Click here to view all of the Bicentennial stamps.

     

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Postal Cards

Postal cards are postal stationery with an imprinted stamp or indicium signifying the prepayment of postage. Highly collectable, they would make a great complement to any stamp or cover collection.

Start Of The Bicentennial Series 

On July 4, 1971, the USPS issued the first stamp in the Bicentennial Series, U.S. #1432.

The U.S. Bicentennial was a series of celebrations during the mid-1970s that commemorated the historic events leading to America’s independence from Great Britain. Over the course of six years, the USPS issued 113 commemorative stamps honoring the bicentennial.

The first stamp in the series, #1432, featured the logo of the American Revolution Bicentennial Commission. Most of the stamps in the series would include this logo or the word “Bicentennial,” though not all of them.

Few stamps were issued as part of the series through 1974. Though each of those years there was an issue of a block of four stamps with topics including Colonial craftsmen, Colonial communications, the First Continental Congress, and the Boston Tea Party. Several of these stamps were also issued on July 4 of their respective years.

The series then began to expand rapidly in 1975, coinciding with the official events of the Bicentennial celebrations. The official events began on April 1, 1975, when the American Freedom Train departed Delaware to begin a 21-month, 25,338-mile tour of the 48 contiguous states. For more than a year, a wave of patriotism swept the nation as elaborate firework displays lit up skies across the U.S., an international fleet of tall-mast sailing ships gathered in New York City and Boston, and Queen Elizabeth made a state visit. The celebration culminated on July 4, 1976, with the 200th anniversary of the adoption of the Declaration of Independence.

Stamps issued during this period included the Contributors to the Cause and Military Uniforms. There were also stamps honoring notable battles such as Lexington and Concord, Bunker Hill, Saratoga, Princeton, Oriskany, and Yorktown. Plus other stamps featured the Articles of Confederation and the arrival of the Marquis de Lafayette.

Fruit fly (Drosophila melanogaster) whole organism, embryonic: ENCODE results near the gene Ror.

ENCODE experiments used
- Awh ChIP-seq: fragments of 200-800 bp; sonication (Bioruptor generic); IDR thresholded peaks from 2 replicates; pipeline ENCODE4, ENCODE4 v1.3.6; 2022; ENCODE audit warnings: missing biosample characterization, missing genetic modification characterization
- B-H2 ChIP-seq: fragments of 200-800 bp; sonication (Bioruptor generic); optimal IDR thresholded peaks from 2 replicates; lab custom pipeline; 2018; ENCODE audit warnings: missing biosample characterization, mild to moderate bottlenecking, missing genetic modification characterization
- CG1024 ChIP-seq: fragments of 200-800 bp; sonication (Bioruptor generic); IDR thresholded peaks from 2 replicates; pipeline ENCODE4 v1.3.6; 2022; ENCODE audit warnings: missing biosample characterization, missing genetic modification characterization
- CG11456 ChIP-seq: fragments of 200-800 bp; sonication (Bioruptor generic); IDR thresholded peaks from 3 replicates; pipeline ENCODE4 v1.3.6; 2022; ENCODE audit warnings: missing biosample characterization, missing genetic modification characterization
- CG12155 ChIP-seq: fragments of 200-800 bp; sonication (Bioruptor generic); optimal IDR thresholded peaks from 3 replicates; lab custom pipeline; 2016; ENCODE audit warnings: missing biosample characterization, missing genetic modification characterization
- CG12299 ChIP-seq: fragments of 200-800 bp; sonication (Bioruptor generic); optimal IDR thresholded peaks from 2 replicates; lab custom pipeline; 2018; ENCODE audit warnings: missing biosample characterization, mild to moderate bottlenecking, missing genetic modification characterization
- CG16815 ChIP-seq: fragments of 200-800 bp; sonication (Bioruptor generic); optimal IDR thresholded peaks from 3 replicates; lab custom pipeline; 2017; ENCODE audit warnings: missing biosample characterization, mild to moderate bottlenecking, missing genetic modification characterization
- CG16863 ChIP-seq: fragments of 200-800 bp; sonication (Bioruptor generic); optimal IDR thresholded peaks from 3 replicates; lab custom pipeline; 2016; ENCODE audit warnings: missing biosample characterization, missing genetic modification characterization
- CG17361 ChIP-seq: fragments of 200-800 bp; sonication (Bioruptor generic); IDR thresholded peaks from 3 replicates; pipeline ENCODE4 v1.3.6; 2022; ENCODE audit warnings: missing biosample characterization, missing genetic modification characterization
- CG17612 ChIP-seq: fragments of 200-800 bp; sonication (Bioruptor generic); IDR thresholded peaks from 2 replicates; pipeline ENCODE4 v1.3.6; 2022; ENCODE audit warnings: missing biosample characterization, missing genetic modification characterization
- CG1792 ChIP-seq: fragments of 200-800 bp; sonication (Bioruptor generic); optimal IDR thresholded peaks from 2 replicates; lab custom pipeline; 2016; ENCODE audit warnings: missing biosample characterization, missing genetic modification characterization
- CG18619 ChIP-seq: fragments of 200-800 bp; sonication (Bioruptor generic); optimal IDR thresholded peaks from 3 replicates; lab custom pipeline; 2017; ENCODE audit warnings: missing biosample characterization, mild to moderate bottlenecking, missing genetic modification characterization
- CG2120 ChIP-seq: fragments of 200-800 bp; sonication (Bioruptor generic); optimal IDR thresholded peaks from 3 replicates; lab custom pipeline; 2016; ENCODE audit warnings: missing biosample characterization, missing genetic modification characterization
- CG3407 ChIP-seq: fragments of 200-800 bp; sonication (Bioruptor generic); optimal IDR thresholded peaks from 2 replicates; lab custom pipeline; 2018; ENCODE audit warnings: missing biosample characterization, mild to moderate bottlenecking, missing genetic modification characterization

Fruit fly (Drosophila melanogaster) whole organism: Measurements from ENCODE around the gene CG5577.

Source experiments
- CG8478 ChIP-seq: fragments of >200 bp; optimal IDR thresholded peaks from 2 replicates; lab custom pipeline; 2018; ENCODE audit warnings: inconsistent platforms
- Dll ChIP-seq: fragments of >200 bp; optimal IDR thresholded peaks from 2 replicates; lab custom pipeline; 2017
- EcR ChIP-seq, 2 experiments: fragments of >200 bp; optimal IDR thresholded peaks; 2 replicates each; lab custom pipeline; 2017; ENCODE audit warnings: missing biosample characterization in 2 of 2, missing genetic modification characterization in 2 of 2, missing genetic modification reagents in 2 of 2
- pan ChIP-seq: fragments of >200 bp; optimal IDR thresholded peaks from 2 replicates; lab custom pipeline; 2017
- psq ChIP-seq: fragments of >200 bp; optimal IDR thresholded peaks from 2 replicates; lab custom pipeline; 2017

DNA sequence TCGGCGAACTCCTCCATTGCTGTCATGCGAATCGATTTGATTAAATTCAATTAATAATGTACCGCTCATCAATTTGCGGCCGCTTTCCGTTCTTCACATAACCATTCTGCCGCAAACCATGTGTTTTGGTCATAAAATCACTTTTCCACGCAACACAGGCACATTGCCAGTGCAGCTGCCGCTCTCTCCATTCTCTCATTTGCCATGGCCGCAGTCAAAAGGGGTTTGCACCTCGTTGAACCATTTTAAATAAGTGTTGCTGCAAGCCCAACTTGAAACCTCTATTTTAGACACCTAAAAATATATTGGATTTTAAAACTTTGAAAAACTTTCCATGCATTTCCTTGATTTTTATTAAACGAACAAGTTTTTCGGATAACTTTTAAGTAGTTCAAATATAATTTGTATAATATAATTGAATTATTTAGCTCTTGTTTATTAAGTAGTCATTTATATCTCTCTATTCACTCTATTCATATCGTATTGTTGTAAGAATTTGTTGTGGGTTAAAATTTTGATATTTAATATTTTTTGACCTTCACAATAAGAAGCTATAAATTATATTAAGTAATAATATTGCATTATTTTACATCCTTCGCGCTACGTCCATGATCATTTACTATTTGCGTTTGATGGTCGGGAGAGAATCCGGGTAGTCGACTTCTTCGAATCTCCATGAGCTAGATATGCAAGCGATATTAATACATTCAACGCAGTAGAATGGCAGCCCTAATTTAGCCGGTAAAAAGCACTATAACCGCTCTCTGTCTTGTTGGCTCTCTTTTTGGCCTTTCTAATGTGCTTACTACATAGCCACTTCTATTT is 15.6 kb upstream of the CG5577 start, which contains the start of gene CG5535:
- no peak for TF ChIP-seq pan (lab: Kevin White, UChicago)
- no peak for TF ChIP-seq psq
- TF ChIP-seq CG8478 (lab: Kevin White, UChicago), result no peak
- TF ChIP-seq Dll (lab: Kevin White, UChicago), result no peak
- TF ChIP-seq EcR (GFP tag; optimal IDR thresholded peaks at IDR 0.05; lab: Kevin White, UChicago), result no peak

Among the most popular issues was the State Flag Bicentennial se-tenant issued in 1976. This was the very first time that all 50 stamps – each with a different design – were printed on a single sheet. The stamps are positioned on the sheet in the order in which each state joined the Union.

The USPS initially planned to issue another 50-stamp pane picturing the entire Declaration of Independence. However, they American Philatelic Society said there were already too many stamps being issued, so they went with a strip of four stamps instead.

Interest in the Bicentennial began to slow by 1978, though a few more stamps were issued honoring the French Alliance and John Paul Jones. The final stamp in the series, honoring the Treaty of Paris, was issued on September 2, 1983.

In addition to these commemoratives, there were also definitive stamps and postcards with Bicentennial themes, though they weren’t officially part of the series. See some of them below:

 

 

 

 

 

 

 

 

Click here to view all of the Bicentennial stamps.